Morgyn hesitated for a moment. “Not at all. It’s quite lovely, the way you think.” It seemed like the sage was going to add something else, but they must have changed their mind. “Let’s go have a look at the market, shall we?”
They turned around abruptly and headed towards the stalls.
Cordelia took a moment to relish in those words. The way she thought was quite lovely, according to Morgyn. They’d only arrived in Selvadorada that morning, and she was already starting to forget about the tangled web between them back at home.
And as much as she’d fought with herself before coming here, she didn’t really want to think about any of that now. Maybe she could make Morgyn forget too… It was just going to be the two of them for the next few days, after all.
She followed the spellcaster into the marketplace.
“Bargains! Supplies! And authentic souvenirs! You’ll not find better prices anywhere.” The vendor spouted all of his verious selling points all at once. “Perhaps one of the genuine Omniscan statuettes to remember your trip by?”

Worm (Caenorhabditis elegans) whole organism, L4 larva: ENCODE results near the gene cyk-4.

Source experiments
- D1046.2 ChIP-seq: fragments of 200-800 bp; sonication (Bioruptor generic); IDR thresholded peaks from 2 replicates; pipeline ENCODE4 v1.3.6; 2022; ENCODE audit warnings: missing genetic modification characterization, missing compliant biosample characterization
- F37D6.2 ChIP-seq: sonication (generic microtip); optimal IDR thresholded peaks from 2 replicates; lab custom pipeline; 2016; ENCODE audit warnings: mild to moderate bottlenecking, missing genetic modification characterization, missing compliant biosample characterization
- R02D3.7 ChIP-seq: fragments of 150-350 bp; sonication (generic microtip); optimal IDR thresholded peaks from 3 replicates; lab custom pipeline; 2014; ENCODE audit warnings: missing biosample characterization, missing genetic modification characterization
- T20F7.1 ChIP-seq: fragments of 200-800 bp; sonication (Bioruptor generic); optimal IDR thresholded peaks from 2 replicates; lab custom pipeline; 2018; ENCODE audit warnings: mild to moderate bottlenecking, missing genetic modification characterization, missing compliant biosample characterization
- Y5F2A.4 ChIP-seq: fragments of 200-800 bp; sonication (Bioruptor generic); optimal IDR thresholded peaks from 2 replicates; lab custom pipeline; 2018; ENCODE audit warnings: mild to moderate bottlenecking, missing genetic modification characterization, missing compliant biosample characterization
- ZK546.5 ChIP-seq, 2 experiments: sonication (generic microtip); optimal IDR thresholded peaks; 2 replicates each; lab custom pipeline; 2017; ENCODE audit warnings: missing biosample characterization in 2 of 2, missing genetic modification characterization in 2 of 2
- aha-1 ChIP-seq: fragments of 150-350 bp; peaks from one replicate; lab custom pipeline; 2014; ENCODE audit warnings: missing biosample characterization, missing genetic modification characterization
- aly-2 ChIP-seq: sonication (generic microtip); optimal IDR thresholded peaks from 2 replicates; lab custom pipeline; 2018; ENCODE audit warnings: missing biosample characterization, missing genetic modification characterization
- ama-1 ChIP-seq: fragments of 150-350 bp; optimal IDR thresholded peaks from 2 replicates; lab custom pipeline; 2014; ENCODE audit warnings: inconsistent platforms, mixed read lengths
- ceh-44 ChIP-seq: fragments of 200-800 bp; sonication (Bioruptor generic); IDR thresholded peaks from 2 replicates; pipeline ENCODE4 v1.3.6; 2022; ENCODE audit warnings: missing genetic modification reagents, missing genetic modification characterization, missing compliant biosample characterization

Morgyn glanced towards the idols – Cordelia could tell the sage was barely trying to suppress a smirk. “We’re headed into the jungle.” Morgyn avoided the subject of the dolls. “Any pointers you can give us?”
“Oh yes, it would be a great shame if anything happened to a beautiful young couple like you.” The vendor nodded eagerly.
“Exactly.” Morgyn confirmed, looking at the man expectantly.
Cordelia’s stomach filled with butterflies. The man called them a couple, and Morgyn did not object. Which of course didn’t mean anything. She knew that.
“I have ample supplies available – grilled cheese, ready to eat, to give you home comforts in the middlle of the jungle,” The vendor pointed to an unappealing blob. “Or shower in a can to freshen up when you’re far from amenities.”
“Hm. Thank you, most helpful.” The sage responded in a condescending tone. “Cordelia, perhaps we should sample some of the local cuisine at the other stall? It is nearly lunchtime…”
Cordelia’s eyes jumped from one time to the next as the passed the other displays. More statuettes. Hand-weaved baskets. Morgyn didn’t seem to be paying attention to any of them.
“You didn’t buy anything.” She pointed out once they were out of earshot of the merchants.
“It was all useless junk.” The sage shrugged. “To be expected on the main town square, I suppose.”
“The shower in a can could have been helpful.” Cordelia objected weakly.
“Do you think there are no bodies of water in the jungle? I’m sure skinny dipping would be a far more enjoyable way of freshening up.” The sage noted with a crooked smile.